It started in 1917 as a horse-drawn carrier and grew to become one of the UK’s most respected family-owned independent bus companies. Along the way, Reliance Motor Services touched the lives of several generations in small villages across the Berkshire Downs. This short video supports the history of the company written by David Wilder and Barrie Hedges and published in April 2020 by Pen & Sword.
It is often said that Napoleon was a short man. This might even have explained his desire for conquest. In this video, Dr. Bernard Wilkin, historian at the State Archives of Belgium, answers the question and explains where the debate about the emperor’s size comes from. Read more
Airplanes are beautiful. That is why there are so many museums dedicated to the art of flight. Visitors to such celebrations of mankind’s ability to fly generally find it difficult to appreciate the necessity of engines. They just make noise and use fuel. Yet, they are very necessary and dictate what the airplane can do in terms of flying fast, high, or far.
Men fighting each other in the sky- to all intents hand to hand like knights of old – was an almost unimaginable experience to all except the few who had actually done it.
And it was to last barely a century from the early days of the Great War.
Fascinated by the Battle of Britain from an early age, as a young man I realised that recording and sharing the Few’s memories was of paramount importance. At the time, back in the mid-1980s, membership of the Battle of Britain Fighter Association was well populated and the then Honorary Secretary, the now late Wing Commander Pat Hancock, supported my research by forwarding letters to individual pilots of interest. These included a wide-range of personalities, from famous airmen like Group Captain Peter Townsend and Air Marshal Sir Denis Crowley-Milling to the ‘also rans’, as Battle of Britain Hurricane pilot Peter Fox famously described himself and peers. Indeed, it was Peter’s ‘also rans’ that were of greatest interest to me, having recognised that whilst many famous and distinguished pilots had either published personal memoirs or had biographies written about them, lesser-lights had no platform to record and share their experiences. This I became dedicated to resolving.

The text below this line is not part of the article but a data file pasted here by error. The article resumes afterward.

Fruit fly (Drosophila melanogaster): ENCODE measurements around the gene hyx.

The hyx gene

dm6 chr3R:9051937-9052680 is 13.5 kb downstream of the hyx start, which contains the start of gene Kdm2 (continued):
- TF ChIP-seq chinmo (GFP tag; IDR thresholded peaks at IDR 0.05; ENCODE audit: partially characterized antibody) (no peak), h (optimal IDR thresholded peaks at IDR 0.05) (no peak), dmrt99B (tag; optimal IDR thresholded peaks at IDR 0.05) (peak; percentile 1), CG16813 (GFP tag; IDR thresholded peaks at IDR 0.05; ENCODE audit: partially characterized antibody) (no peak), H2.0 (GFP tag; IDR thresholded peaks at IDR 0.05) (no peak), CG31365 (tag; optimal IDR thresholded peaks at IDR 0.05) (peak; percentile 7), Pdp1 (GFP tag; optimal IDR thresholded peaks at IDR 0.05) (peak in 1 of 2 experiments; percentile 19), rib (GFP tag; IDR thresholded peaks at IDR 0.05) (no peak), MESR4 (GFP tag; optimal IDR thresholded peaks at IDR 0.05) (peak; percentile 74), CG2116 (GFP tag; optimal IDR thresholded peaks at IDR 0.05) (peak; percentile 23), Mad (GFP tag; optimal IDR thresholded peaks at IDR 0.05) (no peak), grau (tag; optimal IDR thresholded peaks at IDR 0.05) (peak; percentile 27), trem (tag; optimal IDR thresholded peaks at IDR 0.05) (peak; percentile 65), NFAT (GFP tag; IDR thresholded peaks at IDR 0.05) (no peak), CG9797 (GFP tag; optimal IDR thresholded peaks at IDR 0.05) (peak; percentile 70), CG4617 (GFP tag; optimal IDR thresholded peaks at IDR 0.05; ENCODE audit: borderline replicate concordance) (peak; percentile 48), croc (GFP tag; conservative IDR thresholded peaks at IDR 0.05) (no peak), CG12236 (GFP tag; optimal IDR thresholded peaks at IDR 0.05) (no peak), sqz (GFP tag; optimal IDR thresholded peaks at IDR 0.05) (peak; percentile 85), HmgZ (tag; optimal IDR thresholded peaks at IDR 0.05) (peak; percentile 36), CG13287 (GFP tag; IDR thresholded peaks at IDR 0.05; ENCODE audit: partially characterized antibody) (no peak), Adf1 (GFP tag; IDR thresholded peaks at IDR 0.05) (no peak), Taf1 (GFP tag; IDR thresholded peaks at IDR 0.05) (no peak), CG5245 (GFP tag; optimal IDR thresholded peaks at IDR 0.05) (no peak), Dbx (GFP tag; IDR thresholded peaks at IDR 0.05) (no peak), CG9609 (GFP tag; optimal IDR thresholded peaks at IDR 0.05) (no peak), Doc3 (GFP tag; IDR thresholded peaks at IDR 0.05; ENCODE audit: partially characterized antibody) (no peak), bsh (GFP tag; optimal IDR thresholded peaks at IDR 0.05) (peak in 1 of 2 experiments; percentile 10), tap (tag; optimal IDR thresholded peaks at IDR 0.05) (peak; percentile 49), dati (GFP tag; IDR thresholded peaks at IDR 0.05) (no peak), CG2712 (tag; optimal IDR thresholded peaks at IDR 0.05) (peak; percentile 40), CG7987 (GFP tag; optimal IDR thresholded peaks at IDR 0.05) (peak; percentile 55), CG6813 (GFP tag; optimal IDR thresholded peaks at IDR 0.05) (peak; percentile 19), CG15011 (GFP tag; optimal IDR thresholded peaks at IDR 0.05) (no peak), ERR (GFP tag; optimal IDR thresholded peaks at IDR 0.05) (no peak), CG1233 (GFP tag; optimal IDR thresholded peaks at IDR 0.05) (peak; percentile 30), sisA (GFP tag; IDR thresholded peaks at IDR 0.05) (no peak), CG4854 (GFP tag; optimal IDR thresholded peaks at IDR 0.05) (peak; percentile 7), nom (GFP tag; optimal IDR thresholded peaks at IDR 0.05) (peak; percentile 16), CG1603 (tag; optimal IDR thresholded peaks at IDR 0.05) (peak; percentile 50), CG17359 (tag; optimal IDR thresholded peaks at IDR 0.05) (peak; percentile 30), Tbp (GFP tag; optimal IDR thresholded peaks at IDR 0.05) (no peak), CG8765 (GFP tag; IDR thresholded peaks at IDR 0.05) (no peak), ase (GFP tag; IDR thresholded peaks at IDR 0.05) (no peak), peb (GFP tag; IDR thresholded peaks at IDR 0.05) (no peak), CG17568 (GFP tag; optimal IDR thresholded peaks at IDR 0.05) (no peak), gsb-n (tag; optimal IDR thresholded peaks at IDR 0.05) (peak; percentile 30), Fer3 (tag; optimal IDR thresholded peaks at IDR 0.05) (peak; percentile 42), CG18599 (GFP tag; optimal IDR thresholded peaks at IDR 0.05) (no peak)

Burma – The Air War
It is difficult to compare military hardware between different nations at the beginning of a conflict as they will have been designed and constructed to differing requirements for differing purposes.
Roger Annett has now had 5 titles published with Pen and Sword Books. His latest book RAF College, Cranwell was released earlier this year. As with all his previous offerings, the author has gathered together an impressive number of willing eye-witnesses (himself included) to give the already worthy story of ten decades the necessary flesh and bones.
In this video Roger talks us through his books! Enjoy!
The United States was propelled into World War II by the surprise Japanese attack on the Naval base at Pearl Harbor in the Hawaii Islands on 7th December 1941. The very last United States operational biplane combat fighter plane of any military service had been the Grumman F3F-3, of which the Dash-3 version had been assigned to the aircraft carrier Yorktown (CV-3), but from which the last one had been retired from front-line service in November 1941.1 Thus, in terms of aerial battles, the American Air Forces of the Navy, Army and Marine Corps did not strictly qualify for inclusion in my book Combat Biplanes of World War II.
However, one military biplane did see considerable service throughout that conflict, albeit as a scouting, anti-submarine and target spotting aircraft, mainly in the Pacific Theatre of War.